Donna Fayko: Elder abuse reports on the rise as awareness increases

Published 12:00 am Monday, June 25, 2018

Elder abuse is widespread. Every year an estimated one in 10 older Americans are victims of abuse, neglect or exploitation, and that’s only part of the picture.

Experts believe that elder abuse is significantly underreported, in part because so many of our communities lack the social supports that would make it easier for those who experience abuse to report it.

Research suggests that as few as one in 14 cases of elder abuse come to the attention of authorities.

The National Adult Protective Association reports the following facts on elder abuse:

• Elder abuse is a rampant, largely invisible, expensive and lethal problem.

• Older abuse victims are three times more likely to die than nonvictimized older persons.

• Elder abuse costs victims, their families, financial institutions and taxpayers tens of billions of dollars a year.

• Older adults and younger adults with disabilities are the only victims of crime and abuse who receive no designated support for protective and other victim services from the U.S. government.

Elder abuse refers to intentional or negligent acts by a caregiver or trusted individual that causes harm to an older person.

Elder abuse takes on many forms, including abuse, financial exploitation, exploitation of the person, caretaker neglect, self-neglect, and abuse.

In fiscal year 2017-18, the Rowan County Department of Social Services has seen a 26 percent increase in Adult Protective Services calls and a 75 percent increase in cases accepted for an APS evaluation.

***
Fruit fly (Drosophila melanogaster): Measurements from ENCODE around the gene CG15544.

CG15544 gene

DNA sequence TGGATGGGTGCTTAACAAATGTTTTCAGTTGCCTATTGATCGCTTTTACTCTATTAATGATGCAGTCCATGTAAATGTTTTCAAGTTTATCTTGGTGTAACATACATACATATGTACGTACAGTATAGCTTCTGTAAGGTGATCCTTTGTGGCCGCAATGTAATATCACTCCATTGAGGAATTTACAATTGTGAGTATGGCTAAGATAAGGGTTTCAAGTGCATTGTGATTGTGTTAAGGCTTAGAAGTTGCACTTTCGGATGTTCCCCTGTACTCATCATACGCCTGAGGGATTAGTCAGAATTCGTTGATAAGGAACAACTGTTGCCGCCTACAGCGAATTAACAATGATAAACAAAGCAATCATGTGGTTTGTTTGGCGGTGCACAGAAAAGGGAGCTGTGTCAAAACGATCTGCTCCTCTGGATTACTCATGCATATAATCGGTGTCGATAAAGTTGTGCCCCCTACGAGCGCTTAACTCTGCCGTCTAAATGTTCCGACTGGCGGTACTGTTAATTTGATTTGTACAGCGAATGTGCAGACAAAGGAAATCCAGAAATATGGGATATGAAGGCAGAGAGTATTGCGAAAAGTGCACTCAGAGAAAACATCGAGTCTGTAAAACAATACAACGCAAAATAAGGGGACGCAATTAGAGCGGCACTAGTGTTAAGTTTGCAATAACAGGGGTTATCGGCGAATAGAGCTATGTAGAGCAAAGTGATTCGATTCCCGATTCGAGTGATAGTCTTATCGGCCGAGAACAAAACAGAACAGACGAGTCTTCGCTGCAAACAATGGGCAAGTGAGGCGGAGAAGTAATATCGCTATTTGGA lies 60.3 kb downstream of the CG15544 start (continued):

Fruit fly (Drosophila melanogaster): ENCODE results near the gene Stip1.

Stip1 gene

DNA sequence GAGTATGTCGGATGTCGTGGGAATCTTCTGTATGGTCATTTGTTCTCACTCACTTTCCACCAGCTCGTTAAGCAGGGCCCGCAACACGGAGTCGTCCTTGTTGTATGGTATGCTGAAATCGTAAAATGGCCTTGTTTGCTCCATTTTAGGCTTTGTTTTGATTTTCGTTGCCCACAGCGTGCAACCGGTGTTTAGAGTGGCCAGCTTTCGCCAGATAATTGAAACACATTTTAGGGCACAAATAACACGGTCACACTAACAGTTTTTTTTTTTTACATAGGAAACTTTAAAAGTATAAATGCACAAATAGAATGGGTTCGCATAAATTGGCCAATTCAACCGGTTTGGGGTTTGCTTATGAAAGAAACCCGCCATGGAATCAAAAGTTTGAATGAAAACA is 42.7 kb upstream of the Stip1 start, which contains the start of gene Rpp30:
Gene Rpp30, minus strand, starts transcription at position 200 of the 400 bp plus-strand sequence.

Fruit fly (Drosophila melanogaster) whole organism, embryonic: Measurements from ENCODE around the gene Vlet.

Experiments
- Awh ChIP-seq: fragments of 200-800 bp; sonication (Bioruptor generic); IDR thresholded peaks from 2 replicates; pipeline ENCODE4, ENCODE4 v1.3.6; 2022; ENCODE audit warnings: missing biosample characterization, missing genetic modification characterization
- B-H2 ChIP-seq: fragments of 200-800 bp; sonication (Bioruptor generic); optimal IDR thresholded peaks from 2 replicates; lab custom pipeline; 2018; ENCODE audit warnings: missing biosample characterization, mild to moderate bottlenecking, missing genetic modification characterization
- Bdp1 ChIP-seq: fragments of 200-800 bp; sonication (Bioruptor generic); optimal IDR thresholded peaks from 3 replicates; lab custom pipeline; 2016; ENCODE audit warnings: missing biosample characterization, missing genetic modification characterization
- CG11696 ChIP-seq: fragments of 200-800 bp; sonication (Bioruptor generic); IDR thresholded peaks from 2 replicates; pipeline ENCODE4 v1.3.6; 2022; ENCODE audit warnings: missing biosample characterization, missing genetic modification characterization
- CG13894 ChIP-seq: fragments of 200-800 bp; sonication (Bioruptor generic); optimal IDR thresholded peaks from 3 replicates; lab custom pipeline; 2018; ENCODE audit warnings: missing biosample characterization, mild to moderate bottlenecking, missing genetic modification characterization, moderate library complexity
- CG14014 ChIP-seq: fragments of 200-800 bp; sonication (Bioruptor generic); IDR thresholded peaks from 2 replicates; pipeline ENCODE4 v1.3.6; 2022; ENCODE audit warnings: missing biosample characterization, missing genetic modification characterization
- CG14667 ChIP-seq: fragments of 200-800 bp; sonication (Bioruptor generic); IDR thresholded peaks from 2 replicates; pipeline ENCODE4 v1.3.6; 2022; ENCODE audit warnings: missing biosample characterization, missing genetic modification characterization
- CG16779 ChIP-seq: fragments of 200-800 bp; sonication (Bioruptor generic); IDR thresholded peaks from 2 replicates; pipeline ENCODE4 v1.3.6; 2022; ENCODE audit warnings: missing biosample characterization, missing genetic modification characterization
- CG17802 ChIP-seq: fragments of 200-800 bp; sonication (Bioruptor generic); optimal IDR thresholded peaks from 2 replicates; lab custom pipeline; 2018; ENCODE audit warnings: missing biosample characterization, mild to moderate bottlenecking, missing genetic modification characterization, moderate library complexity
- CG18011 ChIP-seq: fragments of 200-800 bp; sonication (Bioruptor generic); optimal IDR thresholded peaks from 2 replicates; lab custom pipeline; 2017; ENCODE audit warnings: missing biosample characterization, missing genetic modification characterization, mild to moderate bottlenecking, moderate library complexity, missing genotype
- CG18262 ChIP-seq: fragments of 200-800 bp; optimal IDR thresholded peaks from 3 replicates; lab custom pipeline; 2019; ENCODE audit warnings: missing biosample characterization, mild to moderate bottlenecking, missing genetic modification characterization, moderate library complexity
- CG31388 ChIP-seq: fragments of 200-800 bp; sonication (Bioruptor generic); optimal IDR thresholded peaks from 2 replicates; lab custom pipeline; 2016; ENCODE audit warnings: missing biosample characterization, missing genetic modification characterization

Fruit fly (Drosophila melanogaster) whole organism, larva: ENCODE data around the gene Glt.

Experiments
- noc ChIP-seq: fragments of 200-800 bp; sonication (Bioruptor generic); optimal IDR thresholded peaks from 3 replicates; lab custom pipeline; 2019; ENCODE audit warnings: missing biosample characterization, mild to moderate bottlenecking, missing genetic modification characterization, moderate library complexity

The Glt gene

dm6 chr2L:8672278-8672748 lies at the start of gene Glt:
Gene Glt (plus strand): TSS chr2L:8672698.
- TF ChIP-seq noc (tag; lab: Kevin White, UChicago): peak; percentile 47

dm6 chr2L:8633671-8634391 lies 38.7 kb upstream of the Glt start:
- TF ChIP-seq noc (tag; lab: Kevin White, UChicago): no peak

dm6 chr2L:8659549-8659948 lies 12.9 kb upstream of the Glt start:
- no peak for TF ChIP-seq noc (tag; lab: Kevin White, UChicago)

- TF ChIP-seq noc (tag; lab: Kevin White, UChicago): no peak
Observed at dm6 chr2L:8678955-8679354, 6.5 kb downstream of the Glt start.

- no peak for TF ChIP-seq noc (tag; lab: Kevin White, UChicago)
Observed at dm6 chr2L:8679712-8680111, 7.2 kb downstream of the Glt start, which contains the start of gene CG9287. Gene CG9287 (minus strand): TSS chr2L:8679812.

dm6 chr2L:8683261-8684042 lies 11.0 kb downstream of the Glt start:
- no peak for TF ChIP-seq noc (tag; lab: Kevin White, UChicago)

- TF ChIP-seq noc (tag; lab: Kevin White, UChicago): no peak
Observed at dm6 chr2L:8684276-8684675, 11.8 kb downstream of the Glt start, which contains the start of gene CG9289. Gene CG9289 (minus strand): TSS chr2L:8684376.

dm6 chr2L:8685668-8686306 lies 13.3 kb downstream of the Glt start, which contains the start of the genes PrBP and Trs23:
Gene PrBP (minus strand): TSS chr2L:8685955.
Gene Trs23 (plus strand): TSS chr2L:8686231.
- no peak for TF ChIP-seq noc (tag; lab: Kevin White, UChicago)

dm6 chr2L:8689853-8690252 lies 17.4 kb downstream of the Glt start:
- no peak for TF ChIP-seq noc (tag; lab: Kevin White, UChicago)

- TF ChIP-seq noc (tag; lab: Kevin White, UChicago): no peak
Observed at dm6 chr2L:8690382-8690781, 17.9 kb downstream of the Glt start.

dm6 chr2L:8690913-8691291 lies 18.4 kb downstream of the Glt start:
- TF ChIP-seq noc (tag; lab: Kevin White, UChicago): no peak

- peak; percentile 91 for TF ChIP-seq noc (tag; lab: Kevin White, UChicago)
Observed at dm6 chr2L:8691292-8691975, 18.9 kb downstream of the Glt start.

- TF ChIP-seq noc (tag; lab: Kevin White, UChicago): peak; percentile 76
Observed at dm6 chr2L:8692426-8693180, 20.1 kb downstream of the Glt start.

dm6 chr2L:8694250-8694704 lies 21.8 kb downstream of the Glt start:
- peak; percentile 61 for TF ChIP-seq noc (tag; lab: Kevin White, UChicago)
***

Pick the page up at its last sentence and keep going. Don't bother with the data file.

The significant increase in reports suggests the community at large is recognizing and reporting concerns of abuse, neglect or exploitation to keep elders and disabled adults safe.

Across North Carolina, social services employees are helping meet the needs of our state’s most vulnerable populations. They serve as first responders in cases of abuse and neglect.

In July 2017, the Rowan County Department of Social Services Adult Services developed a multidisciplinary team with professionals from diverse disciplines to improve our work together in the protection of vulnerable adults.

This collaborative effort is expected to provide opportunities for members to share experiences, insight and perspectives, and improve service response.

We believe that this is a wonderful opportunity to bring awareness to the issue of elder abuse in Rowan County and improve outcomes for the most vulnerable adults in our community.

If you suspect an elderly or disabled adult is being abused, neglected or exploited, please call 704-216-8331 to report your concerns.

Let’s keep our elders and disabled adults safe.

Donna Fayko is director of the Rowan County Department of Social Services.

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